The Ice Fjord is remarkable in scope, some three kilometers wide at the glacier face and the ice pushes constantly into the 1000 meter deep Ilulissat fjord. Icebergs as large as 1.5 cubic kilometers calve several times per year. On either side of the fjord are large moraines deposited over thousands of years. These deposits likely continue as a submarine end moraine atop a rock bed across the mouth of the Ice fjord at a depth of approximately 200-225 meters. The large calved ice bergs move down the fjord until the moraine shallows strand them. They rest at the mouth until they melt and float free or are forced out by the pressure of the ice fjord eventually entering Disko Bay and surrounds. It is thought that it takes up to 13 months for the ice to navigate the fjord. The glacier face and ice fjord are a unique natural wonder and for this reason was named a UNESCO world heritage site in 2004. Since nomination the glacier tongue has receded more than 20 kilometers toward the inland ice face and the glacier velocity has almost doubled. The marine ecosystem is strongly influenced by the ice movement through the fjords and into the sea. Subglacial melting adds nutrients to the sea supporting plankton blooms. The cold fresh water from the ice melt also produces upwelling of nutrients from ocean depths. While much remains to be learned about the distribution of marine plankton in the area there is little question to its importance in creating a very rich level of bio diversity. Halibut, Northern Shrimp, Greenlandic Shark, Ringed Seals, Fin, Minke and Humpback whales are common species found in and around the ice at the mouth of the Fjord. As the ice enters Disko Bay it is impacted by western Greenland currents and winds that push the ice to the north. Eventually the icebergs of Disko Bay and the Ummannaq Fjords find their way across to Baffin island where the Labrador current takes the icebergs south along the Labrador Coast to Newfoundland and eventually out into the Atlantic. It is regarded among scientists that Titanic was sunk from a Kanga Glacier iceberg following this route. Entering and exiting Ilulissat is a challenge for vessels like Acadia. The ice pack from the Kangia Glacier and ice fjord is very dense for 10 to 15 kilometers out into Disko Bay. It took Acadia 6-7 hours to travel the 10 kilometers through the ice to the relative safety of Ilulissat harbor when first entering the area. While crawling along and pushing ice out of way, we were regularly passed by Inuit fisherman in their small skiffs and greeting us with a friendly wave. Acadia normally at home at sea was out of her element in the pack ice. The velocity and productivity of the glaciers in Disko Bay and the Ummannaq Fjords is a majestic wonder to behold. There are three categories of ice or icebergs Acadia routinely encountered: snow based, melt water based and basel based. Coming in all shapes and sizes, the term “iceberg” officially refers to chunks larger than 5 meters or 16 feet across. Most icebergs are white in color the result of light reflection on the air contained within the frozen and compacted snow. The snow base icebergs sometimes contain so much ancient compressed air that the water around them fizzes as if it were carbonated. Within icebergs it’s also common to see turquoise or blue ice streaks. These streaks are caused by melt water (free of air) trickling through the glacier and refreezing. Melt water ice is very compacted, hard and can be razor sharp. The sides and base of the glacier that rubs along the wall or floor picks up dirt and rocks. Icebergs can contain this dark or dirty basel deposits. On average about 17% of an iceberg is visible above sea level, hence the infamous term ‘tip of the iceberg’. Icebergs predominately made of basel material or meltwater are more dense and float lower in the water. Pure melt ice is almost translucent and seems to sit on the water with little protruding above the service. Melt water ice represented the greatest hazard to a vessel like Acadia. Arches are also a common and iconic iceberg feature. When looking at an arch it is likely the remains of a vertical hole in the glacier that carried melt water to its core. These holes melt faster than the surrounding ice and expand in the process creating arches or sometimes columns as an iceberg sits in the water melting isn’t uniform, with the ice below the water melting faster than that exposed to air. As the ice melts, the iceberg becomes top heavy and eventually rolls. Icebergs that have rolled will be smooth on top, those that haven’t will often show the jagged layers of ice, a product of the glacier flow lines. While on this expedition we encountered thousands of icebergs, products of the enormous Greenland ice cap and thousands of years of snow and ice accumulation. Breathtakingly beautiful and at the same time concerning as rapid changes and melt rates seem to be accelerating. Reviewing the data collected over the last decade, it’s easy for those on Acadia to see evidence of the dramatic change underway. Scientist at the Arctic Research station and from research institutions around the world studying Disko Bay and surrounding Glaciers are providing tremendous insights into the impact of climate on this fragile ecosystem. We did our best over a short time to experience the wonder of the Arctic and interact with some of the men and women of Greenland. As we depart, touched by the breathtaking beauty and humility of those who are at home here, we are committed to share what we experienced and do our best to raise awareness of dramatic effects we witnessed involving climate change on the marine environment.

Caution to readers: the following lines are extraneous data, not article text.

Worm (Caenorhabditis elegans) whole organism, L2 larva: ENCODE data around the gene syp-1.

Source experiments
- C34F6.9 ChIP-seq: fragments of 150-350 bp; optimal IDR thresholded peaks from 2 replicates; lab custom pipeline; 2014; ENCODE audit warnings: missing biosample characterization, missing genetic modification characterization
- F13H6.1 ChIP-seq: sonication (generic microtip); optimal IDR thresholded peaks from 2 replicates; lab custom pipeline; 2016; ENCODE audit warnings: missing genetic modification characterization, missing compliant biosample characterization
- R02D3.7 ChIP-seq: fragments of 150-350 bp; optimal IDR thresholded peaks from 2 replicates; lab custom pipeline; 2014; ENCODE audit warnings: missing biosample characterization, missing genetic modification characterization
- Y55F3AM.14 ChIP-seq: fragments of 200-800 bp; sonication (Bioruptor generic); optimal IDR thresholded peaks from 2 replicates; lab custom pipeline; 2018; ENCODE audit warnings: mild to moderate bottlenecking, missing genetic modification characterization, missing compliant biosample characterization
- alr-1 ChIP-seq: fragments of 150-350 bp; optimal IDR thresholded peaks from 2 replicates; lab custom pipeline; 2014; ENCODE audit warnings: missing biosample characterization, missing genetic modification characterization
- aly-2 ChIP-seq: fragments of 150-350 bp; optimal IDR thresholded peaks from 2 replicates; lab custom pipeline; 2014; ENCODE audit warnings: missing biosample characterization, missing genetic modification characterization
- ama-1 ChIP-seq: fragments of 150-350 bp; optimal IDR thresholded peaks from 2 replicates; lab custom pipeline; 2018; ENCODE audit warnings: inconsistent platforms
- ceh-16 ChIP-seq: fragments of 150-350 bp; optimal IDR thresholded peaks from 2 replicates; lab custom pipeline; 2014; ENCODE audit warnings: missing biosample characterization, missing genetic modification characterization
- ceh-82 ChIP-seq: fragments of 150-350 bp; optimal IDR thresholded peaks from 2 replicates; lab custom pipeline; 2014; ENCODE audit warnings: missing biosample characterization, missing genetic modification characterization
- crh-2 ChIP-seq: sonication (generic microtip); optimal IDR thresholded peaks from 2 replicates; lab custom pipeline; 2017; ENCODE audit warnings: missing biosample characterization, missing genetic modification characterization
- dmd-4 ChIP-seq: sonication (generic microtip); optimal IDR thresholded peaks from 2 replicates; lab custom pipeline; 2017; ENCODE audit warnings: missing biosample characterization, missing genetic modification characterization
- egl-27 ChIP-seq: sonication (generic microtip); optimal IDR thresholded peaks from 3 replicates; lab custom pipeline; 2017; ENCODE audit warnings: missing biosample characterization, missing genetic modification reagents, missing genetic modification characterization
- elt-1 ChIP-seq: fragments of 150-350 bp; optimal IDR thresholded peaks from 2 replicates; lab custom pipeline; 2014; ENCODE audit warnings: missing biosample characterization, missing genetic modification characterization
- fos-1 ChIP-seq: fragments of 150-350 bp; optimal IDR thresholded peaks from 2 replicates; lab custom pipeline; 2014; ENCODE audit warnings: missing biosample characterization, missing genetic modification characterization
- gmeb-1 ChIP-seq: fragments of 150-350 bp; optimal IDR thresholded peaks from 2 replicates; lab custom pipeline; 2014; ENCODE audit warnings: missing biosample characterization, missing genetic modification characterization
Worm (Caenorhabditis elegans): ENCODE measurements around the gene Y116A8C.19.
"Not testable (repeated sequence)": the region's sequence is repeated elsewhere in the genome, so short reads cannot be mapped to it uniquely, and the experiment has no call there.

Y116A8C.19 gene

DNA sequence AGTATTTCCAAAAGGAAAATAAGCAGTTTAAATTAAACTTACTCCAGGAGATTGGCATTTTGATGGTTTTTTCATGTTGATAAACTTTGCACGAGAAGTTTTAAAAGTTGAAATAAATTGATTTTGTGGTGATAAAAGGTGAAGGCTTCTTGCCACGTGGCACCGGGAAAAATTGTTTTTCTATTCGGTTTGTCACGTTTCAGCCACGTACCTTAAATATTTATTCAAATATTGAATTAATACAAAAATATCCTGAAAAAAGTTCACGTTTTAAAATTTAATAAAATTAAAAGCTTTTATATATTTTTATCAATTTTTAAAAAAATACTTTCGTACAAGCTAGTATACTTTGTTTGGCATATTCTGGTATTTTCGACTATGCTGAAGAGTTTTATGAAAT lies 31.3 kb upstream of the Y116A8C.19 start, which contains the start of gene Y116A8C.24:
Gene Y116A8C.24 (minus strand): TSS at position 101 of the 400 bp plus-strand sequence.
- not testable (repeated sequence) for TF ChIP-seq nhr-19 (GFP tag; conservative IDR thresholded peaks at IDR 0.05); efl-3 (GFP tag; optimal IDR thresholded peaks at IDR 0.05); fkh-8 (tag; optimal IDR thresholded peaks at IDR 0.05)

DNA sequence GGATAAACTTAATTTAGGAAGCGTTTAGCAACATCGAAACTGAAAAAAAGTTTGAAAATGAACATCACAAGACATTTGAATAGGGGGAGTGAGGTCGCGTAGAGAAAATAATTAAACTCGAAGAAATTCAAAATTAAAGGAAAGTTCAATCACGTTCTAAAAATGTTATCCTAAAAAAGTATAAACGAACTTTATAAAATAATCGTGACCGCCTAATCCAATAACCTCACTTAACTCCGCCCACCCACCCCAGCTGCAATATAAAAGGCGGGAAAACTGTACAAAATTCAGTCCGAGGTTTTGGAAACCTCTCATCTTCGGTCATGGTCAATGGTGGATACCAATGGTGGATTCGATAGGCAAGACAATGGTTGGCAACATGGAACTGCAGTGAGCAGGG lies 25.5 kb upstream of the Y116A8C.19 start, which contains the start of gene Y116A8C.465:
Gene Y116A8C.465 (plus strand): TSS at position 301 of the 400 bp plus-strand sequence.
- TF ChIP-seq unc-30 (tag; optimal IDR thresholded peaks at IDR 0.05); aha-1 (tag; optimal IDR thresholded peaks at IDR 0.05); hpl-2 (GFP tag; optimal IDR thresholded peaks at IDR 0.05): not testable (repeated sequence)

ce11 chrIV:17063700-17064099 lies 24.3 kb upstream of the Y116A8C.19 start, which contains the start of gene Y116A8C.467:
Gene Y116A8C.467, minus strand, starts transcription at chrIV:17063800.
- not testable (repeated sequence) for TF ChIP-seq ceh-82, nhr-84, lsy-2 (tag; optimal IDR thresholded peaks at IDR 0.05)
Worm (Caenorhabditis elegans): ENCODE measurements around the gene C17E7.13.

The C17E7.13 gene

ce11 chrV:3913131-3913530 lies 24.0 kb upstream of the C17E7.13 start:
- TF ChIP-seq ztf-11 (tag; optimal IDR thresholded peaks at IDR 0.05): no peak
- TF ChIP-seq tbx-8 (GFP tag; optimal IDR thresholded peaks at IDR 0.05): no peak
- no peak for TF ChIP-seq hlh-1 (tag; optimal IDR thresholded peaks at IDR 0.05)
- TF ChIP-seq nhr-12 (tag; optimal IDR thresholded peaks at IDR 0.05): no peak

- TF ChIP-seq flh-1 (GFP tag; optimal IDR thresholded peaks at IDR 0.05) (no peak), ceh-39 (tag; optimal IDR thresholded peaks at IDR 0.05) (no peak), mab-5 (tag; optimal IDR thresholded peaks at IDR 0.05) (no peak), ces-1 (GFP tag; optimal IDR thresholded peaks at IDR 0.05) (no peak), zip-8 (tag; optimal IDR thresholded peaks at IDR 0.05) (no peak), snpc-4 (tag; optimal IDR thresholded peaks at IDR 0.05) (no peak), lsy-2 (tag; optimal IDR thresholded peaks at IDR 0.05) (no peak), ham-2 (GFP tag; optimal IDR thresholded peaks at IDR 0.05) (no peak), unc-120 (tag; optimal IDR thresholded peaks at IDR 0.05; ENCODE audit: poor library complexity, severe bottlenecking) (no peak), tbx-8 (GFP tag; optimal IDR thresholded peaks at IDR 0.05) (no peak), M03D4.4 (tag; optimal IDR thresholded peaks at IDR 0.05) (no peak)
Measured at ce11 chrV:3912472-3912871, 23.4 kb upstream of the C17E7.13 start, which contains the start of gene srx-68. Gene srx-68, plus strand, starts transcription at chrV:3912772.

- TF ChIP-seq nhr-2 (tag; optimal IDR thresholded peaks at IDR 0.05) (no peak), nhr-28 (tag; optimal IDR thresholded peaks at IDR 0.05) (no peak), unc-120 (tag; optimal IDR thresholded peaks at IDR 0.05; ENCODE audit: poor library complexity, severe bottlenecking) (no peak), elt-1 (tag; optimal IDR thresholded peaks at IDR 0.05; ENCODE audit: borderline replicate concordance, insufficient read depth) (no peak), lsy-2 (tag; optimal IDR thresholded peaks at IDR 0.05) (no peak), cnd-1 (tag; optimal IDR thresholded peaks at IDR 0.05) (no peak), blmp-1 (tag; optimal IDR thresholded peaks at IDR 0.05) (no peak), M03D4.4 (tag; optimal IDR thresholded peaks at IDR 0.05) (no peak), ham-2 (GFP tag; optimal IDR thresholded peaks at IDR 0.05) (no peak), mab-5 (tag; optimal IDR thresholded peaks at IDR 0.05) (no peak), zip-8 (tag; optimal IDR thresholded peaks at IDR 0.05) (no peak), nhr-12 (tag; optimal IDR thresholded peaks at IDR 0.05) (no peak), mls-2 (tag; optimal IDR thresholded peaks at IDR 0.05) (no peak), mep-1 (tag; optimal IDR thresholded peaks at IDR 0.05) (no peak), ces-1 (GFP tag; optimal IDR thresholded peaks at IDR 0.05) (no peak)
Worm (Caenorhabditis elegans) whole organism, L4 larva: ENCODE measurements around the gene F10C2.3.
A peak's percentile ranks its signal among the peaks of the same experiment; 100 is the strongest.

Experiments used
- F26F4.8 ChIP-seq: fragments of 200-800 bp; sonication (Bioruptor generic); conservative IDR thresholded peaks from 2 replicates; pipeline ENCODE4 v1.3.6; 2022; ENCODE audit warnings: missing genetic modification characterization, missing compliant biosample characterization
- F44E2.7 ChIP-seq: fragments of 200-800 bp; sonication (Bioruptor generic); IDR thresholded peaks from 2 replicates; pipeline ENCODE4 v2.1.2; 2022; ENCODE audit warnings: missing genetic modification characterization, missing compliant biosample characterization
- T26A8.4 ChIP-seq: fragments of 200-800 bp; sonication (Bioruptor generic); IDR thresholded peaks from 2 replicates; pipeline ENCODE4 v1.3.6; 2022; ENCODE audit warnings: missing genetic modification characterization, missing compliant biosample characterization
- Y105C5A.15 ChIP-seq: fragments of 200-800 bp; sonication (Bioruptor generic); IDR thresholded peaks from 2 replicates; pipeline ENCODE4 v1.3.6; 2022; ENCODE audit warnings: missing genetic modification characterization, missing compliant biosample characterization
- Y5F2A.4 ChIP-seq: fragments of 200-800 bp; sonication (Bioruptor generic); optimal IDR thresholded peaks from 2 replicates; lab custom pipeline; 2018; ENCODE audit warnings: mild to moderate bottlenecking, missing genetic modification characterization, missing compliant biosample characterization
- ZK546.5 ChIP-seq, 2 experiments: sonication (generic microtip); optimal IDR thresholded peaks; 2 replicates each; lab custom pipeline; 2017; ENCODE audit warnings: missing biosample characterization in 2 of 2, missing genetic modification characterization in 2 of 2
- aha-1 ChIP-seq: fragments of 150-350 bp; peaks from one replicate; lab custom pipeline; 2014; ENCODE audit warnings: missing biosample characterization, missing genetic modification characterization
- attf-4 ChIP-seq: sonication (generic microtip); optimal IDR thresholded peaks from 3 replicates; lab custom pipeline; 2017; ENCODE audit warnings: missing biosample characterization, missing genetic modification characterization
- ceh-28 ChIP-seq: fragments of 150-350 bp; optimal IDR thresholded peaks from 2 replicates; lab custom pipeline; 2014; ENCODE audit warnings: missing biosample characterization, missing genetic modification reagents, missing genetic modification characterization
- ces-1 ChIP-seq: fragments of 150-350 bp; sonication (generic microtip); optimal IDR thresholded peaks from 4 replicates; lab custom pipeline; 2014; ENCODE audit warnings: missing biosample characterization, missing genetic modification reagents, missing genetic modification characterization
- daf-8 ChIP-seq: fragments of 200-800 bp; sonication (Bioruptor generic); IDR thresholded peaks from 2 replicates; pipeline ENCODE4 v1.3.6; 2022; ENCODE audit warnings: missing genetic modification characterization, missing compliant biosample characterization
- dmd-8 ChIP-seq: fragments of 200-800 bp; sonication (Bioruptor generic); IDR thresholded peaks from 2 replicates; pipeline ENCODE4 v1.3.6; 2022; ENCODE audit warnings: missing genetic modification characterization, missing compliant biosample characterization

by Mark Rohr